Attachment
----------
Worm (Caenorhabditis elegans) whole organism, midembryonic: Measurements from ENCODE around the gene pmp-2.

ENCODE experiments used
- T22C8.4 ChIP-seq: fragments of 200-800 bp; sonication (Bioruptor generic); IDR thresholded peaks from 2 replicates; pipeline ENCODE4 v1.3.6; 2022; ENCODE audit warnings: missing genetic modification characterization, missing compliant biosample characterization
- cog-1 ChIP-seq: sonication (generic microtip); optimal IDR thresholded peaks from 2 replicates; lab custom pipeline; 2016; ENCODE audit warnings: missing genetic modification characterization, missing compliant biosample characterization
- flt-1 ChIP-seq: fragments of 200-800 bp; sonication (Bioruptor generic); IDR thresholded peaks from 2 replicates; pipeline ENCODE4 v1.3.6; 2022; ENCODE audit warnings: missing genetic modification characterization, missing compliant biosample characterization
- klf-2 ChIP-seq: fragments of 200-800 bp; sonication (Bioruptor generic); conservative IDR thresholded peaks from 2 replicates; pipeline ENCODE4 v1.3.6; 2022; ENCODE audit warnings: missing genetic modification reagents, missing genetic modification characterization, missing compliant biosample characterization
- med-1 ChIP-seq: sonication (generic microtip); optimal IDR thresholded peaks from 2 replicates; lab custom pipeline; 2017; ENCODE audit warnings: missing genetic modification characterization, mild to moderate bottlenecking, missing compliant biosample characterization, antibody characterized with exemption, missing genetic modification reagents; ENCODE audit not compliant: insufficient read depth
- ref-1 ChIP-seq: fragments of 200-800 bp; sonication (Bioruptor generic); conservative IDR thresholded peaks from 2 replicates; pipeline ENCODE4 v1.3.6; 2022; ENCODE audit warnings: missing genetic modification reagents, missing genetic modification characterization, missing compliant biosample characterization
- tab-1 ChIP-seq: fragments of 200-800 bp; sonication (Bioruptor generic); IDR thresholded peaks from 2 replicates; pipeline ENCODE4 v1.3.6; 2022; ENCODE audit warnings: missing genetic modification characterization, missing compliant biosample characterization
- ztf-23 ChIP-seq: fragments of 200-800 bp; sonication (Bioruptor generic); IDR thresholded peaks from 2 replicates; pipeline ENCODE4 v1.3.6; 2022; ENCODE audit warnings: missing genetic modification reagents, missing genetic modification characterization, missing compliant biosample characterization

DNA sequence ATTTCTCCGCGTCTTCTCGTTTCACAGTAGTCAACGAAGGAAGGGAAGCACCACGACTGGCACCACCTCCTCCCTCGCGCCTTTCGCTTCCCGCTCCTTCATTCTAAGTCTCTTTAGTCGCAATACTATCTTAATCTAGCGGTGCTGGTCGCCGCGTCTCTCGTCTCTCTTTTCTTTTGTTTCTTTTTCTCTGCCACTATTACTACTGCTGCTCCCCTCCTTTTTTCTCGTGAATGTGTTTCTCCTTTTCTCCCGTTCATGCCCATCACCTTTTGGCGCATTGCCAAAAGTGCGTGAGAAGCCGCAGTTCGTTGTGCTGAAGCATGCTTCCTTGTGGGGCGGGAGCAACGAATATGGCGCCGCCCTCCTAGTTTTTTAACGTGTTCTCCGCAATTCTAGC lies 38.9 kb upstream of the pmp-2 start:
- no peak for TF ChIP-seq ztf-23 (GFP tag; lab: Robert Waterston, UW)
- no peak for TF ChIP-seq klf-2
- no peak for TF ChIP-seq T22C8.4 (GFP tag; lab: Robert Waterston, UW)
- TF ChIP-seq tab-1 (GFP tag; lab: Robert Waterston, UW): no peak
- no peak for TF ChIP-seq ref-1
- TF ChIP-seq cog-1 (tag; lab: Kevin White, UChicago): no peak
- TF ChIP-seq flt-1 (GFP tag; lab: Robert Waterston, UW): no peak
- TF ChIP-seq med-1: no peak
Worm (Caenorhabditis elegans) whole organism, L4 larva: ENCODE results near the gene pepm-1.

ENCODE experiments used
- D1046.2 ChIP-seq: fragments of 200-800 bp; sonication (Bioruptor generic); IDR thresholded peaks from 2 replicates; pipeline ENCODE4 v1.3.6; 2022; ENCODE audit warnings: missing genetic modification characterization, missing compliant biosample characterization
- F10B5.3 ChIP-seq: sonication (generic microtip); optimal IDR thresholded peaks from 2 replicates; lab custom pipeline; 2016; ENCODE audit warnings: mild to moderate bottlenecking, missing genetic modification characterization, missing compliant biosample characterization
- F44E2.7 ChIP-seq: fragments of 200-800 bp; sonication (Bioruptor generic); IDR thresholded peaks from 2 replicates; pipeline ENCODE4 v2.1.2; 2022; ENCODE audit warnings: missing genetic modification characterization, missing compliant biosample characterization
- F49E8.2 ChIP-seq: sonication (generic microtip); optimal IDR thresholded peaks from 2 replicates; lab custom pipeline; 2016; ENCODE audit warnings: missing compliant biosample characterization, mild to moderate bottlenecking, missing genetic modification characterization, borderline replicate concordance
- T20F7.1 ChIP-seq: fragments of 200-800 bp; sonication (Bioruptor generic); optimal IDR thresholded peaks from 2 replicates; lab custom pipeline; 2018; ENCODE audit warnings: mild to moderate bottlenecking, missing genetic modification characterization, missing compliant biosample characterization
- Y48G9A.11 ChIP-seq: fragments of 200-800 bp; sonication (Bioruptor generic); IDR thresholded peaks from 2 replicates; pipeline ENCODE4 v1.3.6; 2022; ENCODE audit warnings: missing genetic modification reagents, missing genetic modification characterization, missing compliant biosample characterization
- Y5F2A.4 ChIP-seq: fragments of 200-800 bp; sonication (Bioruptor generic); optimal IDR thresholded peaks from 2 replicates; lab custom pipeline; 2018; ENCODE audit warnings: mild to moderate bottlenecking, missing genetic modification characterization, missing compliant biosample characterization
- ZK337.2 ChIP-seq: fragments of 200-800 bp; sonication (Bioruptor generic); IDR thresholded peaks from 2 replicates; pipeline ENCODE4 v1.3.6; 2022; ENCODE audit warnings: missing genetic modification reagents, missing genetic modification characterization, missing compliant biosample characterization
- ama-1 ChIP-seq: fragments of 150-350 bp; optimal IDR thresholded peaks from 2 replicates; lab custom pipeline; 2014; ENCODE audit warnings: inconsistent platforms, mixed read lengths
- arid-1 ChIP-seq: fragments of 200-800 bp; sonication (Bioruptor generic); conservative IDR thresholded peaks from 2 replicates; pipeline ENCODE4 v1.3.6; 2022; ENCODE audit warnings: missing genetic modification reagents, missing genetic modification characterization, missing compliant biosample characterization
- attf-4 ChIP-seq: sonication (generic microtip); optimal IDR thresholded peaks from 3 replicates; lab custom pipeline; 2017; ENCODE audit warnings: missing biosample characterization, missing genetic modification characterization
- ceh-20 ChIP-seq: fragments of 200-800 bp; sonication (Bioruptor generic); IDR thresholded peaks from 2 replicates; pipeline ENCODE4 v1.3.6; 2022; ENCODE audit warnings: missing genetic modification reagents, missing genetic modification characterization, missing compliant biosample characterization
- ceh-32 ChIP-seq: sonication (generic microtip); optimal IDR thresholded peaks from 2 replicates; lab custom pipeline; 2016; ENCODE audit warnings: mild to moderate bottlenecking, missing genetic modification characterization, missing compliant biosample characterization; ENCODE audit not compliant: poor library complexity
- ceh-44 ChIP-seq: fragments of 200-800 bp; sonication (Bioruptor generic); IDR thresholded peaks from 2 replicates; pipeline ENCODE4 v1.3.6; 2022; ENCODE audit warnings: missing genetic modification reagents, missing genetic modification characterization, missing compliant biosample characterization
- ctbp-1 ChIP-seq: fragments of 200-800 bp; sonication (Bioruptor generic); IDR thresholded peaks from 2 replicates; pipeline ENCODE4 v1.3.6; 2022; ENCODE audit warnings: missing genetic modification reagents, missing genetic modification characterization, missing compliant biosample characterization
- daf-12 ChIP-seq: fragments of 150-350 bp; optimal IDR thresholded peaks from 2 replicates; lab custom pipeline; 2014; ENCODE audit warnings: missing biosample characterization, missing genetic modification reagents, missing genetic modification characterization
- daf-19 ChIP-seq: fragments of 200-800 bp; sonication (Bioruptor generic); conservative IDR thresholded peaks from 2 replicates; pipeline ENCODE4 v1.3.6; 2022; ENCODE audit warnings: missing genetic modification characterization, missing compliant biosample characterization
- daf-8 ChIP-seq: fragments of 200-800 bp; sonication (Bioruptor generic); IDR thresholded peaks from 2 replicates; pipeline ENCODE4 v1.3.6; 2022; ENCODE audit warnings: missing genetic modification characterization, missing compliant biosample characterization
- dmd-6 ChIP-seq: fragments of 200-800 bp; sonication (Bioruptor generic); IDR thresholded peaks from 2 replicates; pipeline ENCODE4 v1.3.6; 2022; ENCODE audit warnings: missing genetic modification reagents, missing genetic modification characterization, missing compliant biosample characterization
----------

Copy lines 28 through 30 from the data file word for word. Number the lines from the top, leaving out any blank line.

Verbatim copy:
- Y5F2A.4 ChIP-seq: fragments of 200-800 bp; sonication (Bioruptor generic); optimal IDR thresholded peaks from 2 replicates; lab custom pipeline; 2018; ENCODE audit warnings: mild to moderate bottlenecking, missing genetic modification characterization, missing compliant biosample characterization
- ZK337.2 ChIP-seq: fragments of 200-800 bp; sonication (Bioruptor generic); IDR thresholded peaks from 2 replicates; pipeline ENCODE4 v1.3.6; 2022; ENCODE audit warnings: missing genetic modification reagents, missing genetic modification characterization, missing compliant biosample characterization
- ama-1 ChIP-seq: fragments of 150-350 bp; optimal IDR thresholded peaks from 2 replicates; lab custom pipeline; 2014; ENCODE audit warnings: inconsistent platforms, mixed read lengths